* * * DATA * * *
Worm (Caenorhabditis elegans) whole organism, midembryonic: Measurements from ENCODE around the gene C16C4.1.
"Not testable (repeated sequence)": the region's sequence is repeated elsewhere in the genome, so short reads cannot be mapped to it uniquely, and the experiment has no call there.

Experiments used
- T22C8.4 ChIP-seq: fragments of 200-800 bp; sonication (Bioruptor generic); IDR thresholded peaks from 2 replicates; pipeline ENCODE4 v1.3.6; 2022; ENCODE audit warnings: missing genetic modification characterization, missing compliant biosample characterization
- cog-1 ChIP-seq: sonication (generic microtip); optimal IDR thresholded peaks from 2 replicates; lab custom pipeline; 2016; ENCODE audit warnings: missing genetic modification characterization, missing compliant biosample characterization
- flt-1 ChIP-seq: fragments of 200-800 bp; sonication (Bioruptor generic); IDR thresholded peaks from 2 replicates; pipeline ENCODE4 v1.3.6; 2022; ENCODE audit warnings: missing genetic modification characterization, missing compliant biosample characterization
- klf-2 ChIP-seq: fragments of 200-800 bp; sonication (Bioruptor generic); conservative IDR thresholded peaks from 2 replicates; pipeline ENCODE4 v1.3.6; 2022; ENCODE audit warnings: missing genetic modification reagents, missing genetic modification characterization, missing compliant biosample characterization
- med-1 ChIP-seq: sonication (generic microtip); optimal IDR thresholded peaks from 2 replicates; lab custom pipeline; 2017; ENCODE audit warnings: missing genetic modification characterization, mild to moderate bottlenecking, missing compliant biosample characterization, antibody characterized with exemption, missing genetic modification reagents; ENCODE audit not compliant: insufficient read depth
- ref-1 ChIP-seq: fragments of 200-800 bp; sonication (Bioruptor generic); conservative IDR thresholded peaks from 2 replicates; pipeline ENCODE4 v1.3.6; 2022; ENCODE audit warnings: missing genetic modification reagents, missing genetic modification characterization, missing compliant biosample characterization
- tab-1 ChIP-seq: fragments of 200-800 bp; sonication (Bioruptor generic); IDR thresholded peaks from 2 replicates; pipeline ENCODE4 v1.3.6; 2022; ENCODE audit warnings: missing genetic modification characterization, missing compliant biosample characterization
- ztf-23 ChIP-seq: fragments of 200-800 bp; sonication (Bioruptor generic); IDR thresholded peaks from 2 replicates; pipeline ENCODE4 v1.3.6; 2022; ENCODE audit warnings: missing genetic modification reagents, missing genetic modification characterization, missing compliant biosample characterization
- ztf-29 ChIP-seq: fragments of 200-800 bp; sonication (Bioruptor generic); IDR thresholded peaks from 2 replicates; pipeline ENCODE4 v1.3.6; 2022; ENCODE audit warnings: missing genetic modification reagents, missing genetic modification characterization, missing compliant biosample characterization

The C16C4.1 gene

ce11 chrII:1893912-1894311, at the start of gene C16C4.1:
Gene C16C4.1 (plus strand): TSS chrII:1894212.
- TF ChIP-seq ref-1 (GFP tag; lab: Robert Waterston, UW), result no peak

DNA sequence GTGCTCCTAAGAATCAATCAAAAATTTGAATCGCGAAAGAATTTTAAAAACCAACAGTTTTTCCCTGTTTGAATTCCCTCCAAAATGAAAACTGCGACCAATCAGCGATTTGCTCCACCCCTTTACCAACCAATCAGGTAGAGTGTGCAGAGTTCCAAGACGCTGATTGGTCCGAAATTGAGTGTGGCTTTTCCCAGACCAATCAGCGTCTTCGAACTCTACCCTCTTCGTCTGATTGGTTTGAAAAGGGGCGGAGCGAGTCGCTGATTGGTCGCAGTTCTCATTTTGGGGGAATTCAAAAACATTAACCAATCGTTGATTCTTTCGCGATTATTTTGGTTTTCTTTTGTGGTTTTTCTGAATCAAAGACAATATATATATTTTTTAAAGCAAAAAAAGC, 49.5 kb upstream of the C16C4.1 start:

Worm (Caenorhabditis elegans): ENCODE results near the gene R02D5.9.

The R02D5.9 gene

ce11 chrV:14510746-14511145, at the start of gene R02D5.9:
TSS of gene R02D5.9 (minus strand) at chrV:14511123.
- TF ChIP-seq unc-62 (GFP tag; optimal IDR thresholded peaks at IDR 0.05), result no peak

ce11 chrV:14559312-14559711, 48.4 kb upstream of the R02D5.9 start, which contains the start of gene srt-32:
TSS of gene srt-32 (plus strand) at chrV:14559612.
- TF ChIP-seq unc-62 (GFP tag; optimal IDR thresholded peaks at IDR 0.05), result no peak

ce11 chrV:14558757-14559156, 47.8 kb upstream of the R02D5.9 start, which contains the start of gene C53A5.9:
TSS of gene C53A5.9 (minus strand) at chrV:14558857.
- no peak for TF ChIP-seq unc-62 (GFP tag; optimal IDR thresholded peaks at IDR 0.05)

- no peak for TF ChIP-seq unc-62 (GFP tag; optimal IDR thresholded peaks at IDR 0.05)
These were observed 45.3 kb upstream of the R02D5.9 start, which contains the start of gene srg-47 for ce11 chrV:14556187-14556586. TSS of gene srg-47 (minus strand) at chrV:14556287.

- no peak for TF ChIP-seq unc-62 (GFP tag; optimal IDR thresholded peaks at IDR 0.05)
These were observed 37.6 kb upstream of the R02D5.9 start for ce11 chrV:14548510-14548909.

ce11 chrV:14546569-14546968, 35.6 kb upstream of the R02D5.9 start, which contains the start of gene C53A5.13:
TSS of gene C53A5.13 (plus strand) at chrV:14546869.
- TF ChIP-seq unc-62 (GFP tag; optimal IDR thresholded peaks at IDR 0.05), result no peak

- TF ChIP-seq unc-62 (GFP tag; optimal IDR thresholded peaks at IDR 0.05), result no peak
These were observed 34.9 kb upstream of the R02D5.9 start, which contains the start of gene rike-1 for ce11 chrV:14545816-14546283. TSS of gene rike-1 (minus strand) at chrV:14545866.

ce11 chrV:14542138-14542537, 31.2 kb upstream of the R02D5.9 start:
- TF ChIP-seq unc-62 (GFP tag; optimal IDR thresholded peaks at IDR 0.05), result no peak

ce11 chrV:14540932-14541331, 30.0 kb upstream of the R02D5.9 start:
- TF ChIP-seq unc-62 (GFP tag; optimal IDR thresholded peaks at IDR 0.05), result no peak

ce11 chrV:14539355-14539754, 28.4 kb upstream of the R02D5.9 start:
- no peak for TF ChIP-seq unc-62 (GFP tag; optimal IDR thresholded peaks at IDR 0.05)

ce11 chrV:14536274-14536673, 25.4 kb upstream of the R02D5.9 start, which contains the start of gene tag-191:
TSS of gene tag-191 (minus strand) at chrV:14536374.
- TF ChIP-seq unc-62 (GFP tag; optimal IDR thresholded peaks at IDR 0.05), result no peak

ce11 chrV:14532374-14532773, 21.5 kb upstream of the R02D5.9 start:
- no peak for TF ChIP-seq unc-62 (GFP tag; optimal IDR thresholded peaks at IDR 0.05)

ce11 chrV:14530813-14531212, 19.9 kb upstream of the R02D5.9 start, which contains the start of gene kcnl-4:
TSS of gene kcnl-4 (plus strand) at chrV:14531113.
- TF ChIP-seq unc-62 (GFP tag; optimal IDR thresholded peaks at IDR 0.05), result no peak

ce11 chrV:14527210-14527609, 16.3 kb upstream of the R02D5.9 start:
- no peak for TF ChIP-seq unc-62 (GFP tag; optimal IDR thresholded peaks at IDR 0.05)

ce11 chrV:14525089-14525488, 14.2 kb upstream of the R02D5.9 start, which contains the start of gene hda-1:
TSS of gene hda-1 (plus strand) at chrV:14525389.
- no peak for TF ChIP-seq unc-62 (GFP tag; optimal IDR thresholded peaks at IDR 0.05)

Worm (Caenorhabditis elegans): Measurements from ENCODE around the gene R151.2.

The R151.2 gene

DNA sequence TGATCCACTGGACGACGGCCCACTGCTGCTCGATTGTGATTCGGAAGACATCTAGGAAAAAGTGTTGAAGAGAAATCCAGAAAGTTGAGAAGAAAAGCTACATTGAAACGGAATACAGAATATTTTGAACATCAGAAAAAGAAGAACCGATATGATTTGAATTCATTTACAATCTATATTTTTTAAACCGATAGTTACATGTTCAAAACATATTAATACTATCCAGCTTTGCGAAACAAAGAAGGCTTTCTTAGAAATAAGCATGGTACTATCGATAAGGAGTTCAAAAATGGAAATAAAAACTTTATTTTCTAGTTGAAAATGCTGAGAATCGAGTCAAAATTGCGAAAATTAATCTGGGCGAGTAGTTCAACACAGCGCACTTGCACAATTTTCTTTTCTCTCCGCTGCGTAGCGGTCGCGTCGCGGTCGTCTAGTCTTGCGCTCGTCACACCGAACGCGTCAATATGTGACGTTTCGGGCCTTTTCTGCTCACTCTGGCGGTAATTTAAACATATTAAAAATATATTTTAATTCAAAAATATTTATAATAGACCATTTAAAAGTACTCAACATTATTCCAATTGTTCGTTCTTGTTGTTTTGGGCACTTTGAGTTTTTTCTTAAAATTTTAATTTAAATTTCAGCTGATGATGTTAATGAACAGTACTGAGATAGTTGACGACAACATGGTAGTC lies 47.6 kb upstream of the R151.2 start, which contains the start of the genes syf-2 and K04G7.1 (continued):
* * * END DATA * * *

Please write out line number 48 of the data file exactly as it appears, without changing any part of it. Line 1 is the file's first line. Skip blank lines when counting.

- no peak for TF ChIP-seq unc-62 (GFP tag; optimal IDR thresholded peaks at IDR 0.05)